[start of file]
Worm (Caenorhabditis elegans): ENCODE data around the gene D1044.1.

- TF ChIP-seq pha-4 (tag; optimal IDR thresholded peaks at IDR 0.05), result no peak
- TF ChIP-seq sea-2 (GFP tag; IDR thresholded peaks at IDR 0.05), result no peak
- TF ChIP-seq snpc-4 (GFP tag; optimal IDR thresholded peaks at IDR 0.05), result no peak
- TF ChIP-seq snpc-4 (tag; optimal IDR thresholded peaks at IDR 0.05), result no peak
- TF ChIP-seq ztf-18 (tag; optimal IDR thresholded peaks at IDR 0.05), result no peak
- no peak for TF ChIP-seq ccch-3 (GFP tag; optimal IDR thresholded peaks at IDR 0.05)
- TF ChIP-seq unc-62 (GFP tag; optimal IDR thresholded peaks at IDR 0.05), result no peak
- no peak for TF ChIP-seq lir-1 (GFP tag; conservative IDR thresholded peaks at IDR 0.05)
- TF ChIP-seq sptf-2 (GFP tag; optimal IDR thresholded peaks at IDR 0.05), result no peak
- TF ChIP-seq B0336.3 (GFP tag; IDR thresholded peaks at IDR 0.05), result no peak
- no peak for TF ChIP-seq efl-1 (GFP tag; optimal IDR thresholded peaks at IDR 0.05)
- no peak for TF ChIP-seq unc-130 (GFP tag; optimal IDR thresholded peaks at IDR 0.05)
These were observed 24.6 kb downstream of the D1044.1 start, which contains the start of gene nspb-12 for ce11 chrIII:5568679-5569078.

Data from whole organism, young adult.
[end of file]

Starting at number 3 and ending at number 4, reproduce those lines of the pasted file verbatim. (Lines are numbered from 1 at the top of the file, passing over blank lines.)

- TF ChIP-seq sea-2 (GFP tag; IDR thresholded peaks at IDR 0.05), result no peak
- TF ChIP-seq snpc-4 (GFP tag; optimal IDR thresholded peaks at IDR 0.05), result no peak